‘I never thought I’d work in film’
Gemma Arterton is often pointed to as an example of how tough acting can be.Now sheis powering ahead with all-female company Rebel Park. She talks to Donald Clarke
It’s hard to think of an actor better suited to the lead in Lone Scherfig’s adorable Their Finest than Gemma Arterton. The Kentish actor stars as a screenwriter working on a patriotic film in London during the second World War. Dark, nicely spoken with classic English features, Arterton could have been plucked unaltered from a picture by Michael Powell or the Boulting Brothers. The film within a film – a Dunkirk adventure concerning plucky twin sisters – looks like just such a project.
“We were so excited about that,” she says. “The technicians loved getting all the old equipment out and shooting in the old style. We even shot all of the Dunkirk stuff in the oldest studio in Pinewood. It even smelt right.”
Yes, I half expected John Mills to pop up in the studio’s water tank. This is where they shot We can, at least, argue that attitudes to class have transformed since the second World War. Or can we? To most Irish ears, Gemma Arterton, a distinguished graduate of the Royal Academy of Dramatic Arts, stops few glottals and drops few hs. But the subject of her working-class background has arisen in interviews over the years. Last year, writing for The
Guardian, film critic Danny Leigh described her early career as a good example “of the assault course a young British actor has to contend with. But specifically, a working-class actor.”
In the new century, the public schools have fought back against the egalitarian gains of the 1960s. Has she ever failed to
The Cruel Sea, I imagine. “Yeah, yeah,” she laughs. “He was in practically every film at that time. Maybe he was hiding behind one of those huge lights.”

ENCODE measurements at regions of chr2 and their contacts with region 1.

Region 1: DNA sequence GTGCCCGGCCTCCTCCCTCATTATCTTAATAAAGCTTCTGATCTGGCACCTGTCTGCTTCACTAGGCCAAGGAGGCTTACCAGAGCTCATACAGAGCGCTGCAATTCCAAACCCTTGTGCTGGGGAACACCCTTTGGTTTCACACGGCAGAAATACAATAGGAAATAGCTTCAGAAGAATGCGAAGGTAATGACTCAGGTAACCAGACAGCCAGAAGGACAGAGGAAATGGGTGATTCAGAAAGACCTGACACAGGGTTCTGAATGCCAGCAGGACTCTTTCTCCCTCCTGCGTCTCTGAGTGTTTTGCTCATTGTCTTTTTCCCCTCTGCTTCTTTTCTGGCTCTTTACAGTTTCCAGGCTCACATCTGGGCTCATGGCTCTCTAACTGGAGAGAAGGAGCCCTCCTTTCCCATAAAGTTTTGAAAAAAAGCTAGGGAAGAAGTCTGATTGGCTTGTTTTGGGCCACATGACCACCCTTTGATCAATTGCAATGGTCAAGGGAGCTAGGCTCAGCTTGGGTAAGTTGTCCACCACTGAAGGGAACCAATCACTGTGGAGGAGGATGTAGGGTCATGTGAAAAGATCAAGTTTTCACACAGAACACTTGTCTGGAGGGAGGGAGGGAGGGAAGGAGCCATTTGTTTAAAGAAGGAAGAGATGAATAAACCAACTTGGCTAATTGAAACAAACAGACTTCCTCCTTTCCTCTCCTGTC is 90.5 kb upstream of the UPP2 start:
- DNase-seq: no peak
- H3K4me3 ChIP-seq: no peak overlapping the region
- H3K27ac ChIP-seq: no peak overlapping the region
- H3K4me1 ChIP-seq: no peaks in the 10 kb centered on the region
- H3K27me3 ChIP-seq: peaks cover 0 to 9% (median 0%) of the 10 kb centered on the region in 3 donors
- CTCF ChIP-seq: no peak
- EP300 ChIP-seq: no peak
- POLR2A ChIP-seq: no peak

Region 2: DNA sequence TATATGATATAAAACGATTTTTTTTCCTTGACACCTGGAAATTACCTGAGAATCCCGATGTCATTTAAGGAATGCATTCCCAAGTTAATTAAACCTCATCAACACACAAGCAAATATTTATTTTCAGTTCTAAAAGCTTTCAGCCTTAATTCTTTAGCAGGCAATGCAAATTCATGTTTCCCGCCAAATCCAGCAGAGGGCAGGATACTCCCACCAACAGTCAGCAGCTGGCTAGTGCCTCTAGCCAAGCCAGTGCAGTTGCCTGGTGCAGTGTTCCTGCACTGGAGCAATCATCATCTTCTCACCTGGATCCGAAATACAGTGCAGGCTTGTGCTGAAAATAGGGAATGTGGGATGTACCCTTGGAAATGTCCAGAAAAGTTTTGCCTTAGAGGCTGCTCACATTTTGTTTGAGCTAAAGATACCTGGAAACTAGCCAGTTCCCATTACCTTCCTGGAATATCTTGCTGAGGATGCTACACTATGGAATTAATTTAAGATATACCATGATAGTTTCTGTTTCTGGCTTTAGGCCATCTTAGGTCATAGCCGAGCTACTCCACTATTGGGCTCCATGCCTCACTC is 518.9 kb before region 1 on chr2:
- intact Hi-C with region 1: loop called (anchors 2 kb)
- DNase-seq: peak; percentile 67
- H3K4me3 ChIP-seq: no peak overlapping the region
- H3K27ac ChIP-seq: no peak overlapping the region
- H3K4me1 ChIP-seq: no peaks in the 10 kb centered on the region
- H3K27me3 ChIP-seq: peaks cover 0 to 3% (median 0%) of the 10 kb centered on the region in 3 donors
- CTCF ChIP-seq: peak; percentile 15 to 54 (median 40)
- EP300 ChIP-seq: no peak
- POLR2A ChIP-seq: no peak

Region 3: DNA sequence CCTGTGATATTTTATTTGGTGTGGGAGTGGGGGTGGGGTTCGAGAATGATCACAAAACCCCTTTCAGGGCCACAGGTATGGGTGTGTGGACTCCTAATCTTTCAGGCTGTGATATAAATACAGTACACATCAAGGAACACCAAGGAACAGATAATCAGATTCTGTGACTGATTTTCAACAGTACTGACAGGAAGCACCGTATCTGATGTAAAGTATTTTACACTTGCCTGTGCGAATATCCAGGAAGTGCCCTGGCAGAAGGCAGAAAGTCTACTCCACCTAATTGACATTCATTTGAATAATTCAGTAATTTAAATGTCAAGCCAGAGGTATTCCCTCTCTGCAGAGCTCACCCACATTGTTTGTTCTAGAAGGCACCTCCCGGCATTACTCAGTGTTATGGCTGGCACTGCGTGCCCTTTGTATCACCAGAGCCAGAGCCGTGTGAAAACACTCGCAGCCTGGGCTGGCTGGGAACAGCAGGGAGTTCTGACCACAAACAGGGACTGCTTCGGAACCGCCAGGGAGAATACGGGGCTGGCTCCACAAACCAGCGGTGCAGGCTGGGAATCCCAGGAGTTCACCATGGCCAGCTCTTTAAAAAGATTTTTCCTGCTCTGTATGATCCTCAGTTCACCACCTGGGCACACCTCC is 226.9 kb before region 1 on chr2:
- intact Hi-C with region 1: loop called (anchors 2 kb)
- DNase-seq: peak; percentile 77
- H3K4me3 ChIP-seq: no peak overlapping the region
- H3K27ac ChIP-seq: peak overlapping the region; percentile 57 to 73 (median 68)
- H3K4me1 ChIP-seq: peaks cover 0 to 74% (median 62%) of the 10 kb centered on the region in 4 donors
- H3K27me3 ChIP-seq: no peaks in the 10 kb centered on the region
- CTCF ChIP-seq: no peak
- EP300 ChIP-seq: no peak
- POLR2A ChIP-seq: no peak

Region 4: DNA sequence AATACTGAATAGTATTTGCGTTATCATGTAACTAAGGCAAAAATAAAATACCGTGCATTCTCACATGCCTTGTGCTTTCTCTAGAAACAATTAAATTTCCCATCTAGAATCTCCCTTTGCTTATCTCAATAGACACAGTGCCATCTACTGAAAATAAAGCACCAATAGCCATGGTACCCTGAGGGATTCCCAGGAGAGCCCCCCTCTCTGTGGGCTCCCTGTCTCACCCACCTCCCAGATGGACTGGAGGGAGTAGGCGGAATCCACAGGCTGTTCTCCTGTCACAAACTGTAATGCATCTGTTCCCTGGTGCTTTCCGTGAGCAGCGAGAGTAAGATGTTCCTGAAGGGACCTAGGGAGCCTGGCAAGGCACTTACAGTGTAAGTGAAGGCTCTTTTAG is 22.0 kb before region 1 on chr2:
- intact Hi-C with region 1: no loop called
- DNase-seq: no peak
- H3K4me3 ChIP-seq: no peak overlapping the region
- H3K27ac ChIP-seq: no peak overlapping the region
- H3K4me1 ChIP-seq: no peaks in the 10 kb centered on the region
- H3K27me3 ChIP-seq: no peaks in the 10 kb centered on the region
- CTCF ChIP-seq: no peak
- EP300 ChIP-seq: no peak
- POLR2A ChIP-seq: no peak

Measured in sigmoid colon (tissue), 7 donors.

A lot has changed since those times. A lot has not. Their Finest has much to do with the role of women behind the camera. Figures suggest that the industry, over the past 70 years, has progressed painfully slowly towards gender equality. Their Finest may be directed by a woman, but we still have a long way to go.
“To be honest, I don’t think it has changed much until quite recently,” Arterton says. “It’s been in the media a lot and it’s now on the agenda. People are making an effort. The problem for me has been the lack of female screenwriters. There are great initiatives out there. But it has been very slow until recently.”
I always thought I’d be just a jobbing actor in the theatre. I remember in my third year at Rada, I did a budget calculating how much it would cost to live in London. You are told you might work once a year. That’s the life
get roles because she wasn’t posh enough? Would she know if that had happened?
“Errr . . . I don’t know,” she says. “Roles my contemporaries got? I can only speak from my personal experience. There have definitely been times when I have not got jobs because it was thought I was not posh enough. I know that. But I am about to play Vita Sackville-West, who is the poshest person there ever was. I think maybe it is a bit of a myth. Don’t forget that actors choose. Not all actors want to play posh. Ha ha!”
Arterton was born in Graves- end, the daughter of a cleaner and a welder. She began acting at school and fought her way into Rada on a scholarship. I get no sense that she was ever out of work for long.
“I never thought I’d work in film,” she remembers. “I always thought I’d be just a jobbing ac-
tor in the theatre. I remember in my third year at Rada, I did a budget – about the only one I’ve done – calculating how much it would cost to live in London. You are told you might work once a year. That’s the life.”
While still at drama school, she got a role in a Stephen Polia-
“There have definitely been times when I have not got jobs because it was thought I was not posh enough”